Why is Mark Driscoll so Down on Noah?

Ron Cantor —  April 13, 2014 —  Comments

Many preachers have come down on the ‘Noah’ portrayed in the new Hollywood movie, but one pastor has taken aim at the real Noah!

Mark Driscoll is hands down one of my favorite preachers. His sense of humor helps my ADHD brain stay focused and his passion for truth is contagious. However, Driscoll is a Calvinist—he believes that God chooses who gets saved and who doesn’t, for no particular reason. So despite my affinity for him, every now and then, I have to disagree with Partor Mark.

You see, Calvinism teaches “The effect of the fall upon man is that sin has extended to every part of his personality — his thinking, his emotions, and his will.” (http://www.reformed.org/calvinism/). Even the act of coming to Yeshua is one hundred percent God-initiated. And your response to His offer also has nothing to do with your will. Calvin himself said, “The will is so utterly vitiated and corrupted in every part as to produce nothing but evil.”

These doctrines are called:

  1. Total Depravity (Because of man’s utter-sinfulness through Adam, man cannot on his own chose by free will to seek God. Other take it further and teach at it appears Driscoll does, that unsaved man is incapable of doing good. )
  2. Irresistible Grace (Those who are called to be saved, will eventually respond to the Gospel [whether they want to or not].)
  3. Unconditional Election (Before He created the world, God chose who would be saved and who would suffer eternal damnation.)

These are three of the five major points in Calvinism. Personally, I think the idea that God has predestined some to receive the Gospel and others to suffer hell’s damnation not only makes God look kind of mean—but makes a mockery of evangelism. Why even preach the Gospel if it is already decided?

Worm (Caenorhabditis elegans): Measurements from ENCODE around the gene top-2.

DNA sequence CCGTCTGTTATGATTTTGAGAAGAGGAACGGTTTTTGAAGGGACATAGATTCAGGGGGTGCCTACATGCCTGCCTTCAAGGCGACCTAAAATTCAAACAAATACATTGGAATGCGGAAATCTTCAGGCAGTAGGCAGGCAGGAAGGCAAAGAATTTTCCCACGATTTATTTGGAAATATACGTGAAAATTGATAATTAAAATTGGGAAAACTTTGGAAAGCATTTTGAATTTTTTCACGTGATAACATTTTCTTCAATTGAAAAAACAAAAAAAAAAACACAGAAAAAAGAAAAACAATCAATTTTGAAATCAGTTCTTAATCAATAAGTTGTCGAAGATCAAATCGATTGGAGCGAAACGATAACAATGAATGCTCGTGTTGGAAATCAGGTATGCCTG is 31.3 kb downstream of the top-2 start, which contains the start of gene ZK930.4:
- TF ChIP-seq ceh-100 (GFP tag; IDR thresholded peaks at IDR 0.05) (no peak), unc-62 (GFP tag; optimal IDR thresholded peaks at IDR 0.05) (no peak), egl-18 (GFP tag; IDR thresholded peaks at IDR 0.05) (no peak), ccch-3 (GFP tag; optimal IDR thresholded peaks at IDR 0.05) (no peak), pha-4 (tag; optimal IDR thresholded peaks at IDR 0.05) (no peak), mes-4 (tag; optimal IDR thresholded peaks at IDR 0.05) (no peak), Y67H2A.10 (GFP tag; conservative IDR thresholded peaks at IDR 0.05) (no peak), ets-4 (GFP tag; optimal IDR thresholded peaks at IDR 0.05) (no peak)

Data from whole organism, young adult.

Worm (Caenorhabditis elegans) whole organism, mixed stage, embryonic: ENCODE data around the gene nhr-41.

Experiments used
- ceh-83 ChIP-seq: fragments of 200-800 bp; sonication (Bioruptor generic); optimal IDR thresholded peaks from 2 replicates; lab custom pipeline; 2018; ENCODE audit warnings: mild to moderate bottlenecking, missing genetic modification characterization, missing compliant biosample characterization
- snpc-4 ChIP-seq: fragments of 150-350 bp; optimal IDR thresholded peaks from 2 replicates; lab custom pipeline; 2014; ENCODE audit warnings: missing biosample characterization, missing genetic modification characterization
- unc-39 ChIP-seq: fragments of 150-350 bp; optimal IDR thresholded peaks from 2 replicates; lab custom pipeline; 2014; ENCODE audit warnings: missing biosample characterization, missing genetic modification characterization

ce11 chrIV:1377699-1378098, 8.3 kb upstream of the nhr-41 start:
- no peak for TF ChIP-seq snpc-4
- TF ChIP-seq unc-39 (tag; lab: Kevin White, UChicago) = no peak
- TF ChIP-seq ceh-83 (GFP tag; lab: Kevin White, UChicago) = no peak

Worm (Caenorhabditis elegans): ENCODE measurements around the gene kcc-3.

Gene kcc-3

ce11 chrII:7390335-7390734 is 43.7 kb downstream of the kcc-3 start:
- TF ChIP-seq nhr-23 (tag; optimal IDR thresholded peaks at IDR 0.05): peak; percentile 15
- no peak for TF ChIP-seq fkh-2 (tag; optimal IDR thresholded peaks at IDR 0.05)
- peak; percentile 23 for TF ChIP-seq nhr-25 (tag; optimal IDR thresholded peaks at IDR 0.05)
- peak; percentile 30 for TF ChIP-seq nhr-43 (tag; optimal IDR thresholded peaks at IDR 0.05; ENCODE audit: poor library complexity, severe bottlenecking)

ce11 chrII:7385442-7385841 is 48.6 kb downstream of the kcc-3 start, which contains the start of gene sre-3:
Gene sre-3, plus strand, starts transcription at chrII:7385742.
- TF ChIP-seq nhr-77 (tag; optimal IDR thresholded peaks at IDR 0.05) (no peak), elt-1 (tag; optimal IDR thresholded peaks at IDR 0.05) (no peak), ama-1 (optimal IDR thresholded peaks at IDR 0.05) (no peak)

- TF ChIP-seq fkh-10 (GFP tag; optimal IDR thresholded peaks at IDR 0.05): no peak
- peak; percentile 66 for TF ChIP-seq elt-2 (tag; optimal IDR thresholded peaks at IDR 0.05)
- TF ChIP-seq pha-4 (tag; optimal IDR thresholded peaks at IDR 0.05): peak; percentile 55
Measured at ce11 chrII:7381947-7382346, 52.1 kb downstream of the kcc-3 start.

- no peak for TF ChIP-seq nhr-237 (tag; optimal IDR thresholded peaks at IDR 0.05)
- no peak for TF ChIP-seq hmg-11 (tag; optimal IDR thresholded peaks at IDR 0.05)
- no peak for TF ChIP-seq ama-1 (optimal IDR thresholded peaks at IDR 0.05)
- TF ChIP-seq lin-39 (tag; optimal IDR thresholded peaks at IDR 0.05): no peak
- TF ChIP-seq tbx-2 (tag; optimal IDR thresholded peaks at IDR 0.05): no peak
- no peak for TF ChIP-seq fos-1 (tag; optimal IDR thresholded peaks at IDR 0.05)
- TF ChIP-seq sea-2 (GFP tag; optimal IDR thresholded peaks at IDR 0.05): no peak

But this is what Driscoll believes and the idea that we are completely depraved, is why Driscoll can’t give Noah a break. He recently preached a sermon and wrote a blog that was pretty tough on our father Noah. “Everyone is only bad, all the time—including Noah,” Driscoll barked.

This is a problem, as God not only refers to Noah as righteous, but to Abraham as well. David and Solomon both refer to those who are blameless and do righteously in Psalms and Proverbs. God sent an angel to the not-yet-saved Cornelius because of his good works! Moses, despite being “only bad, all the time,” was called the most humble man in all earth (Numbers 12:3).

What does the Bible say about Noah?

Noah was a righteous man, blameless among the people of his time, and he walked faithfully with God. (Gen. 6:9)

I can assure you that the original Hebrew text says exactly this—he was a righteous man, ish tsadik, who was blameless, tamim (literally unblemished). But, despite what the Bible says about Noah, it does not fit the Calvinist theology of Driscoll, and therefore, he must reason, It can’t mean what it says; it must mean something else.

Doctrine Driven Theology or Theology Driven Doctrine?

As a young student in Bible school Dr. Michael Brown used to say regularly, “Make your theology fit the Word, don’t make the Word fit your theology.” This appears to be a case of making the word fit ones theology.

In his blog Driscoll says:

Noah did not begin as a righteous man, but rather he began as a sinner, not unlike everyone else on the earth in his day. The only difference between Noah and the other sinners who died in the flood of judgment was that God gave grace to Noah.

He arrives at this conclusion from Genesis 6:8, where it states that Noah found favor in the eyes of the Lord. He misinterprets the word chen as grace (we will get to that in a minute). In other words, Noah was just as wicked as everyone else—but, only by sovereign election (God choosing him)—not based  on anything Noah had done—Noah was saved. As far as Driscoll is concerned, it  could have been the sodomite down the road from Noah, or the idol worshipper who owned the minimart—could have been anyone.